It’s hard enough to keep half of America’s beginning teachers long enough to become career teachers. It’s even harder to keep minority teachers in a career that burns them out quickly…
Nationwide, we have a teacher diversity problem. This year, for the first time in our country’s history, a majority of public school students are children of color. But most teachers—82 percent in the 2011-2012 school year—are white. That figure hasn’t budged in almost a decade.
The knee-jerk response is to blame the minority teacher shortage on inadequate recruitment efforts. But key data suggests that we also have a largely unacknowledged and unaddressed problem with retention. In other words, our schools are churning and burning teachers of color at unconscionably high rates.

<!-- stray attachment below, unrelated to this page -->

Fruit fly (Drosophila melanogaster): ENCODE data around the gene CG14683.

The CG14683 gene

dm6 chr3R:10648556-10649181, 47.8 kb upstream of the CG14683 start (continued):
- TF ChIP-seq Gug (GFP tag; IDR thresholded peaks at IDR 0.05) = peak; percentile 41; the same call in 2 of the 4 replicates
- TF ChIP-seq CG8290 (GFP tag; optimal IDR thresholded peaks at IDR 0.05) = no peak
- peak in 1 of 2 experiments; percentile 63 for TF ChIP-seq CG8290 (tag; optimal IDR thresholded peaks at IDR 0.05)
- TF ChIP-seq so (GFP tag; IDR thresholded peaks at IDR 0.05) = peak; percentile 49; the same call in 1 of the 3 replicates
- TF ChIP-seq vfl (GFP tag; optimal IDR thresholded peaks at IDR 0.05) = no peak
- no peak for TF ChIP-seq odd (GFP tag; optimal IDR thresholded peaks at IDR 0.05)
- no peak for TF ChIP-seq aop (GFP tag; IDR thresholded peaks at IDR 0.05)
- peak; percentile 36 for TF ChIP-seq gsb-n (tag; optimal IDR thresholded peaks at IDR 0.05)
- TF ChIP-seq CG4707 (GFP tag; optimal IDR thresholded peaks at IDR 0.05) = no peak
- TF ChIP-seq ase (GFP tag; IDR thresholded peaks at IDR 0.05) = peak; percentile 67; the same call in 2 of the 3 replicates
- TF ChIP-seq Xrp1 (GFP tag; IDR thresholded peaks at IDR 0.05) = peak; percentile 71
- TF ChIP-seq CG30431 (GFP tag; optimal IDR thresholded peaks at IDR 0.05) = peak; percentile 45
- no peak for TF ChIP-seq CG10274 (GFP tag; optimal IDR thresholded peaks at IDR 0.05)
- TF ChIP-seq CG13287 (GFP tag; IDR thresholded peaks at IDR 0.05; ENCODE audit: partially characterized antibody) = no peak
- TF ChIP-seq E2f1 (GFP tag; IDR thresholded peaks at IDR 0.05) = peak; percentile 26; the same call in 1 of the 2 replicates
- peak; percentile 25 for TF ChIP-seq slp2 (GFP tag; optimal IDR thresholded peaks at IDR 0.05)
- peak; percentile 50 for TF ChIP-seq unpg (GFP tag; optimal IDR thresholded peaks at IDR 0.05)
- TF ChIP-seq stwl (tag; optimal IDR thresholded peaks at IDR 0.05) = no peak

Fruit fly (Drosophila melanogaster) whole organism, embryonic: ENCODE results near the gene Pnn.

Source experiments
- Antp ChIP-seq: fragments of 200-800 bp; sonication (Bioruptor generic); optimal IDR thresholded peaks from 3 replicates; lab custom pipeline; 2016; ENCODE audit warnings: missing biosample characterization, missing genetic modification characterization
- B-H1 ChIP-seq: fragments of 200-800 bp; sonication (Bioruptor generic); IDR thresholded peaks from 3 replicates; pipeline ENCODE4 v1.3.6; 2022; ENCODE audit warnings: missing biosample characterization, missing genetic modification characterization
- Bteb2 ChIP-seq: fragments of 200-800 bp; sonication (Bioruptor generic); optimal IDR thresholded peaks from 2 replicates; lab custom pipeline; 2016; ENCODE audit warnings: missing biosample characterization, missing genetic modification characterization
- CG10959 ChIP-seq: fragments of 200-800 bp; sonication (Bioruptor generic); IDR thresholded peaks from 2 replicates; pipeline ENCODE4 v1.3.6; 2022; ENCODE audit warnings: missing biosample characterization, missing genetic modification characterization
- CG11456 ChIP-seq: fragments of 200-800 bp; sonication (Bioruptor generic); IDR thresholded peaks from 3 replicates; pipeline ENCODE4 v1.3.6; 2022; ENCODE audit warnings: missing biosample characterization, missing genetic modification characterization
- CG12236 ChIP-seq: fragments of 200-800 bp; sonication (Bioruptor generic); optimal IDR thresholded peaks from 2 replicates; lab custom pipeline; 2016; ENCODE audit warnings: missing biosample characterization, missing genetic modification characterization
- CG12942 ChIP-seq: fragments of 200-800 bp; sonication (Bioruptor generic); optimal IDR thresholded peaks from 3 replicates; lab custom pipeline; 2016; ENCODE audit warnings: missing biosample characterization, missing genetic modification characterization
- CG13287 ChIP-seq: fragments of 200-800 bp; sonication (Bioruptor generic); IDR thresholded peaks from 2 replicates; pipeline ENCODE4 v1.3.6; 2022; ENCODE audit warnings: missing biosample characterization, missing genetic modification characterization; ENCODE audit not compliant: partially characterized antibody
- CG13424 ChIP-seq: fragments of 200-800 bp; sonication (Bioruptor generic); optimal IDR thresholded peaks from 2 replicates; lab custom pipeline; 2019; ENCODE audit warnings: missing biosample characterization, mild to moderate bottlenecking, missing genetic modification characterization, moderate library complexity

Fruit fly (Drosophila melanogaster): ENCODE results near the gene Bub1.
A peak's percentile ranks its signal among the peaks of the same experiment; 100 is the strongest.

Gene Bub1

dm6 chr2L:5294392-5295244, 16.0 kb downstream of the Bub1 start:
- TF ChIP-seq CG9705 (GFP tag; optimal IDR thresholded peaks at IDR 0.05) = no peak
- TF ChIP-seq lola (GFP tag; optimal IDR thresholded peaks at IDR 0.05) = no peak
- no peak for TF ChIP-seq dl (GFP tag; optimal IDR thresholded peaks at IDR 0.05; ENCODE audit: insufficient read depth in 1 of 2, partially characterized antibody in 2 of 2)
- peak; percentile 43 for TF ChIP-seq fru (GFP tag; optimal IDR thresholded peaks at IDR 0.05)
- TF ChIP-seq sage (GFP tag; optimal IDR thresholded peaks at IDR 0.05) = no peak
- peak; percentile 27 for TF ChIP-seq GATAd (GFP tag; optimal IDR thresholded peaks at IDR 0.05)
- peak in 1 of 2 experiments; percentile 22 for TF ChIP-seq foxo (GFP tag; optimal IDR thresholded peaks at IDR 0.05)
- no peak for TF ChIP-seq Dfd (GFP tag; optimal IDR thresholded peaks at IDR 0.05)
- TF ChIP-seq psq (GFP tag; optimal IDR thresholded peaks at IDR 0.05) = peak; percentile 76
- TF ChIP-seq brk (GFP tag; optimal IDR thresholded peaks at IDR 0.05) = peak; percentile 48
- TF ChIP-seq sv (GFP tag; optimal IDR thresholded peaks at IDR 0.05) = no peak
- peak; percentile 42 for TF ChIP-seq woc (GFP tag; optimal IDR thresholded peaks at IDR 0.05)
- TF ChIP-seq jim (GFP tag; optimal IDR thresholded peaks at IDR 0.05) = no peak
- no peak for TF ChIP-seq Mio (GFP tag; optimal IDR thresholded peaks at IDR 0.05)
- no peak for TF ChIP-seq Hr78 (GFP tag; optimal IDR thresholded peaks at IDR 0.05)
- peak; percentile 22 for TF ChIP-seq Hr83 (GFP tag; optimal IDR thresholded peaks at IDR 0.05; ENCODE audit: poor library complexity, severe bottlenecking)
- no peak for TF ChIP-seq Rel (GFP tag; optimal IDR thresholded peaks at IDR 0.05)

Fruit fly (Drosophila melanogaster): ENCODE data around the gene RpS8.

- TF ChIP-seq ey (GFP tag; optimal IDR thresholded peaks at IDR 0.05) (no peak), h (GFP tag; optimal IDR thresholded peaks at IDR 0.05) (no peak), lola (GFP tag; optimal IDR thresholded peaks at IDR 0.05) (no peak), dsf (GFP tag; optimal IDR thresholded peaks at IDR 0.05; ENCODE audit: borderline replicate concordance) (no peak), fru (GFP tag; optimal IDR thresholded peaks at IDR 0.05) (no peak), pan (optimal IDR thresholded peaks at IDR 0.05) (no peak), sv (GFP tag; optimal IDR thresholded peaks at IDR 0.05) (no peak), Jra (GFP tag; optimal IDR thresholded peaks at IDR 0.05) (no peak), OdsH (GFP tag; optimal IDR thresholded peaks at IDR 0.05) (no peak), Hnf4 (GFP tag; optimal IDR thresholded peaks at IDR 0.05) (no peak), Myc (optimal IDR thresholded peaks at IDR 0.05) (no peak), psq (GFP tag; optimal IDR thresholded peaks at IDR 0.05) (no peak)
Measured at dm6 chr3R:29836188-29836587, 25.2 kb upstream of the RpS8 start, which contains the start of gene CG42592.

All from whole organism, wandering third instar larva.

We live in a world where test scores mean everything…from school quality, to student effort, to teacher competence. We must stop misusing standardized test scores.
The illusion has been created that having a great teacher is an outlier and not the norm. There is a quote from Metro Nashville School Board member Mary Pierce in a recent Salon article that says,“If the school is doing the job it’s supposed to be doing, then the test scores will follow.” This is indicative of the culture we’ve created. The test scores aren’t generated to assess the needs of the child and give guidance on a direction for instruction; they are seen as a method for a teacher to demonstrate their competence. In essence, we’ve morphed into a culture of guilty until proven innocent.
Diane Ravitch noted that the new Lt. Governor of Texas formed a “special council” to deal with state issues, including education. No educators were invited.